My my, how times change. At the dawn of the 2010s, Volkswagen took the second of an eventual trilogy of wins (2010 to 2011, Race Touareg 2 / 3), a strike rate immediately succeeded by MINI (ALL4 Racing, 2012 to 2015), three years of success for a returning Peugeot (2016 to 2018, 2008 DKR and 3008 DKR) and the first-ever event win for a Toyota last year.
Interestingly, across that decade, Carlos Sainz, Nasser Al-Attiyah, Nani Roma and Stéphane Peterhansel moved their win tallies up to two, three, two and 13(!) respectively. The opening 10 races meanwhile couldn’t be more different, with only René Metge and Ari Vatanen winning more than once, in ’81 and ’84, and ’87 and ’89 respectively. For the completionists among you, the other winners during that 10 year period were – deep breath – Génestier (’79), Freddy Kottulinsky (’80), Claude Marreau (’82), Jacky Ickx (’83), Patrick Zaniroli (’85), and Juha Kankkunen (’88).
*Images courtesy of Volkswagen, Range Rover, Renault, Mercedes, Mitsubishi, Peugeot and Porsche
4. The longest period without a French car winner is only four years
Officially, the record books state that France has had 22 winners on the Dakar Rally in the Cars division. Oddly, that’s identical to the number of French winners in the Bike rankings. It’s also 17 more than Finland has managed, and 13 more than Japan, Spain, Qatar, Germany, South Africa, AND Belgium have managed combined.
If, however, you were to count co-drivers – which you really, really should – France’s success on the Dakar becomes even more staggering. Indeed, as of last year, and across the then-40-year history of the Dakar Rally, the longest stint without the tricolor being represented on the top step was between 1988 and 1991.
During that period, Finnish compatriots Juha Kankkunen and Juha Piironen got the ball rolling with their one and only win in ’88 aboard the Peugeot 205 T16. One year later, Finland’s Ari Vatanen and Sweden’s Bruno Berglund collected their event hat trick with the Peugeot 405 T16 (’89 and ’90) and the Citroën ZX.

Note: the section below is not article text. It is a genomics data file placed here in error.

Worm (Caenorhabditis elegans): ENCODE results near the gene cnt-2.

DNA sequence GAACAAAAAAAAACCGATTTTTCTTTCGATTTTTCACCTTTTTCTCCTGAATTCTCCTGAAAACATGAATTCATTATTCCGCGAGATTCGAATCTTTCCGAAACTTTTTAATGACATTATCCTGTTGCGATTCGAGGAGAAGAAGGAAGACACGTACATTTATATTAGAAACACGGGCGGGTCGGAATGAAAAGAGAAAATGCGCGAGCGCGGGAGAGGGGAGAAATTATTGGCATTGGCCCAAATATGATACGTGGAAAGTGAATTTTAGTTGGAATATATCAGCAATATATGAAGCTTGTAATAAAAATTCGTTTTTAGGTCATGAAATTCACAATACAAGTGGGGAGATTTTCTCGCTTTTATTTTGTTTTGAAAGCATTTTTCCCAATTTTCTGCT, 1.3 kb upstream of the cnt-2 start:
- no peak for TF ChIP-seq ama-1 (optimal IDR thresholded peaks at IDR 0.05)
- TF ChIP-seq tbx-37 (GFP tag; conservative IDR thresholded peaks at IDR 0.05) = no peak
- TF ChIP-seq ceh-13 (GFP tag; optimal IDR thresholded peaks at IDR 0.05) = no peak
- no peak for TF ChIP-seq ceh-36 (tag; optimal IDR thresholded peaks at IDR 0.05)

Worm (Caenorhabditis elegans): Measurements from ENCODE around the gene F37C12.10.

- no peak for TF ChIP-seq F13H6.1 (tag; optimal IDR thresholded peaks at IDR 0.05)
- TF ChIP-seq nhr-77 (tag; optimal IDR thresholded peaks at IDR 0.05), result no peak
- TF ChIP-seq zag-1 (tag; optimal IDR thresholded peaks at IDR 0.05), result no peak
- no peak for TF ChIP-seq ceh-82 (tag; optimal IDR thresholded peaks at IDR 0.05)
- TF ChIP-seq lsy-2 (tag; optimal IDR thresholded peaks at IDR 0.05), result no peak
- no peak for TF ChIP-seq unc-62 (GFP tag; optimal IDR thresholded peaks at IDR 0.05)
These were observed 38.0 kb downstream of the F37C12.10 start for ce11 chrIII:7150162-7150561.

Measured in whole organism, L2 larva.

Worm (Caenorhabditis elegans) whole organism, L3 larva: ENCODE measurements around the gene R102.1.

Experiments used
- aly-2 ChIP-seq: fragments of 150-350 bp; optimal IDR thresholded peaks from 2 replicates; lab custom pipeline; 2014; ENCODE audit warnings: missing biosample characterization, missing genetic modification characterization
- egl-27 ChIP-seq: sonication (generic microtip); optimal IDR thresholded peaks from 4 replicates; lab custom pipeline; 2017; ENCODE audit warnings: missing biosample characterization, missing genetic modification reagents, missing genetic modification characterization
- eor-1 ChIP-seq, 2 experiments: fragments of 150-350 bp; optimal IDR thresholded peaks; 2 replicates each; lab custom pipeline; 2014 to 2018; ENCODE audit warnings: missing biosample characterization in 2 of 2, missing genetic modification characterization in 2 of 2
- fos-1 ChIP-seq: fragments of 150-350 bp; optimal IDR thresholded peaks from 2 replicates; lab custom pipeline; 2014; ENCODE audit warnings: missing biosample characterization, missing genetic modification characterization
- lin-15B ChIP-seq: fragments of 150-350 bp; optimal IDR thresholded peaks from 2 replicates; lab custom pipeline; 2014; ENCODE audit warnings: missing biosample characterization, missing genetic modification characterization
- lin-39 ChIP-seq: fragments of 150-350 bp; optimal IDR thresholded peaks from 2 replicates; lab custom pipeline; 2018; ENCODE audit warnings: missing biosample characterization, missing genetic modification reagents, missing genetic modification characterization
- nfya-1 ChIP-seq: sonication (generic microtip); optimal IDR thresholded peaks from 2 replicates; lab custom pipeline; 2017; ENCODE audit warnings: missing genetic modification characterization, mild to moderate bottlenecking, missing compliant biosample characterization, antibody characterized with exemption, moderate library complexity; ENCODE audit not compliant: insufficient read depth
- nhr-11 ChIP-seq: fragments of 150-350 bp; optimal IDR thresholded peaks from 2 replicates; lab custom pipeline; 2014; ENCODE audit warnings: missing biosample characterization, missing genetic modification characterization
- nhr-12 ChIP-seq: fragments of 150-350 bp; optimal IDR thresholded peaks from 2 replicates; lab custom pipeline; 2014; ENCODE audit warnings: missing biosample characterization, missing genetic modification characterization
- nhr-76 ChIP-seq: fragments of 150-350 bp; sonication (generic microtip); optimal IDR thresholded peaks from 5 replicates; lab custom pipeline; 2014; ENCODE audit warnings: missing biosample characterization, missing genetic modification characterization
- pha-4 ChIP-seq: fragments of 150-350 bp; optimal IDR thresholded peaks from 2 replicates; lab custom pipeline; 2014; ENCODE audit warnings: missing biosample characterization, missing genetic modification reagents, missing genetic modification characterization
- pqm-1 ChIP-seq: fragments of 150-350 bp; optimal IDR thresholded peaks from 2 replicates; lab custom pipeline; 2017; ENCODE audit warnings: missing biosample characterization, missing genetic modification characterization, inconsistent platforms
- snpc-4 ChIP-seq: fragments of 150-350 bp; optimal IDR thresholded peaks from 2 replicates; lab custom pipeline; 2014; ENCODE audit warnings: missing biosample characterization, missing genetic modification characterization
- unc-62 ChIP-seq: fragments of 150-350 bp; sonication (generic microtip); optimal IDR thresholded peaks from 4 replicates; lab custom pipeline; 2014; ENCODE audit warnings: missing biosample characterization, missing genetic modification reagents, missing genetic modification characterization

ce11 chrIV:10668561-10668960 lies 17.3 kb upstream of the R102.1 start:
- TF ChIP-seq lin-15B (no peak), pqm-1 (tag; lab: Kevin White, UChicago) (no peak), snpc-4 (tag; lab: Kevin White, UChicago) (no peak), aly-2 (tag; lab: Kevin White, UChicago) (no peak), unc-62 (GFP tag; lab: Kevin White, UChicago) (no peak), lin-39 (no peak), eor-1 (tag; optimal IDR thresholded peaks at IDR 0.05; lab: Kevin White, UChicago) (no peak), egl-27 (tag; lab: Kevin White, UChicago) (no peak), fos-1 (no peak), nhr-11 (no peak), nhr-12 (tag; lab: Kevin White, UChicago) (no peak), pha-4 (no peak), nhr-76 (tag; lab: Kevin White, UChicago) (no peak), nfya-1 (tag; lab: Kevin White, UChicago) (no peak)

Discounting the cancelled 2008 event, only once since then has three years gone by without a French winner. That occurred between 2009 and 2011, when Volkswagen’s Giniel de Villiers (South Africa) and Dirk von Zitzewitz (Germany), Carlos Sainz and Lucas Cruz (both Spanish), and Nasser Al-Attiyah (Qatar) and Timo Gottschalk (Germany) took victory with the Touareg
*Images courtesy of Peugeot and Citroen
5. Only five cars have locked out the overall podium since 1979
Somewhat unsurprisingly, given its success on the event, the Mitsubishi Pajero also leads the way in terms of podium lockouts, having achieved this feat five times in 1992, 1997, 1998, 2002 and 2003.
Fun fact, Kenjiro Shinozuka has been involved in all but one of them, the Japanese driver having finished 3rd in 1992 and 2002, 2nd in 1998, and taken his only win in 1997. Fittingly, though Shinozuka didn’t finish any of his next four entries with Nissan, Japanese compatriot Hiroshi Masuoka did claim his second consecutive win in 2003.
Mitsubishi though was not the first manufacturer to claim all spots on the car podium. That achievement was first accomplished by the Peugeot 405 T16 in 1990, capping off a remarkable run of four successive wins for Il Lione and the second on the bounce for 1981 World Rally Champion, Ari Vatanen.
After six podium lockouts in 13 years, it would be another seven before the next one, Carlos Sainz leading home VW teammate Nasser Al-Attiyah and Mark Miller in 2010. One year later, the Volkswagen Race Touareg grabbed the top three spots again, albeit this time with Al-Attiyah taken the laurels ahead of Giniel de Villiers and Sainz.
Though it won four times in succession from 2012 to 2015, the MINI ALL4 Racing secured the top three spots ‘only’ once in 2014, Nani Roma taking his first win in the Cars division ahead of teammates Stéphane Peterhansel and Nasser Al-Attiyah. Finally, in 2017, Peugeot joined this illustrious group with its second win in succession for the 3008 DKR, Peterhansel making it 13 wins ahead of World Rally Chamionship legend Sébastien Loeb and Cyril Despres.
To-date, Peugeot is the only manufacturer to lock out the car podium with two completely different makes of vehicle.
*Images courtesy of Mitsubishi, Volkswagen, MINI and Peugeot